Introduction Individuals with (vs. without) mental illness use tobacco at higher rates and have more difficulty quitting. Treatment models for smokers with mental illness are needed. Methods This secondary analysis of the Victory Over Tobacco study [a pragmatic randomized clinical trial (N = 5123) conducted in 2009–2011 of Proactive Care (proactive outreach plus connection to smoking cessation services) vs. Usual Care] tests the effectiveness of treatment assignment in participants with and without a mental health diagnosis on population-level, 6 month prolonged abstinence at one year follow-up. Results Analyses conducted in 2015–6 found that there was no interaction between treatment group and mental health group on abstinence (F(1,3300 = 1.12, p = 0.29)). Analyses stratified by mental health group showed that those without mental illness, assigned to Proactive Care, had a significantly higher population-level abstinence rate than those assigned to Usual Care (OR = 1.40, 95% CI = 1.17–1.67); in those with mental illness, assignment to Proactive Care produced a non-significant increase in abstinence compared to Usual Care (OR = 1.18, 95% CI = 0.98–1.41). Those with mental illness reported more medical visits, cessation advice and treatment (p < 0.001), similar levels of abstinence motivation (p > 0.05), but lower abstinence self-efficacy (p < 0.001). Conclusions Those with a mental health diagnosis benefitted less from proactive outreach regarding tobacco use. VA primary care patients with mental illness may not need additional outreach because they are connected to cessation resources during medical appointments. This group may also require more intensive cessation interventions targeting self-efficacy to improve cessation rates. Clinicaltrials.gov registration # NCT00608426.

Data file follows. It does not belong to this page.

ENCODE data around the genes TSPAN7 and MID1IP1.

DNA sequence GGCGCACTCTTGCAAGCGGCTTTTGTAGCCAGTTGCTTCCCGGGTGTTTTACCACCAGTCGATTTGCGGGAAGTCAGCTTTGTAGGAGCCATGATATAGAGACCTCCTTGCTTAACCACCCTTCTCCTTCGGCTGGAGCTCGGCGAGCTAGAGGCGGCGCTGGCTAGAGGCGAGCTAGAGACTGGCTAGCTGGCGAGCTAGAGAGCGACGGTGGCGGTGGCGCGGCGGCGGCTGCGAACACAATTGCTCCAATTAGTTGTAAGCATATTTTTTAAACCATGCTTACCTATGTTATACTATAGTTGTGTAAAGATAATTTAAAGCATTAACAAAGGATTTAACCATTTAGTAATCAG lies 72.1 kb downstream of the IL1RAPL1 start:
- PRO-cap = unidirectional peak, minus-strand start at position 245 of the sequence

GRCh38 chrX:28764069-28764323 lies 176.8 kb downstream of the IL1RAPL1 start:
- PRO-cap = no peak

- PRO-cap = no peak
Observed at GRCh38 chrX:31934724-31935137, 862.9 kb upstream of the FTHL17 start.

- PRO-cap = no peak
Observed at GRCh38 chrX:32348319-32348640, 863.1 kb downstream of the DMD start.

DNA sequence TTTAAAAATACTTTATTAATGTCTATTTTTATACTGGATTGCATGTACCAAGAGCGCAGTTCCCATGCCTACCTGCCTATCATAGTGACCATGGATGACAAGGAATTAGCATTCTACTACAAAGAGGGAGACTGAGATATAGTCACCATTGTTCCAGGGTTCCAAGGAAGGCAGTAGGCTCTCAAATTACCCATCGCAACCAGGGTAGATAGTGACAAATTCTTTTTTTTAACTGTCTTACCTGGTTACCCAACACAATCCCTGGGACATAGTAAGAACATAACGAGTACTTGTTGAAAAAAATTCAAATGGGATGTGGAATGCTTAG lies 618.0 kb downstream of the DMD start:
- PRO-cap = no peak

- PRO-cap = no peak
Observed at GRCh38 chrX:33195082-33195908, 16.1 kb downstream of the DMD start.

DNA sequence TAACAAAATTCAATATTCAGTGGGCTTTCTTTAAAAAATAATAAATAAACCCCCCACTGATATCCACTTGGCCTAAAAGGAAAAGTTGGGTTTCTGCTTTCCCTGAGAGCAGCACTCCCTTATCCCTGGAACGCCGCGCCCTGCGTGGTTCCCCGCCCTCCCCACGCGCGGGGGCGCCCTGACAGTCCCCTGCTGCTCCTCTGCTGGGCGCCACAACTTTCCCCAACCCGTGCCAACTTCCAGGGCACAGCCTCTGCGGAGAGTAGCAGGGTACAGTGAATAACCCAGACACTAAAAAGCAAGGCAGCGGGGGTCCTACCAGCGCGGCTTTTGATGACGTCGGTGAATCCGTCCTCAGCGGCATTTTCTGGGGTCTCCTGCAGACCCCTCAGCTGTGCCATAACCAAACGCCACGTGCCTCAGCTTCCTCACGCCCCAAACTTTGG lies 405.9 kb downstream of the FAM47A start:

- Mental health
- Tobacco use cessation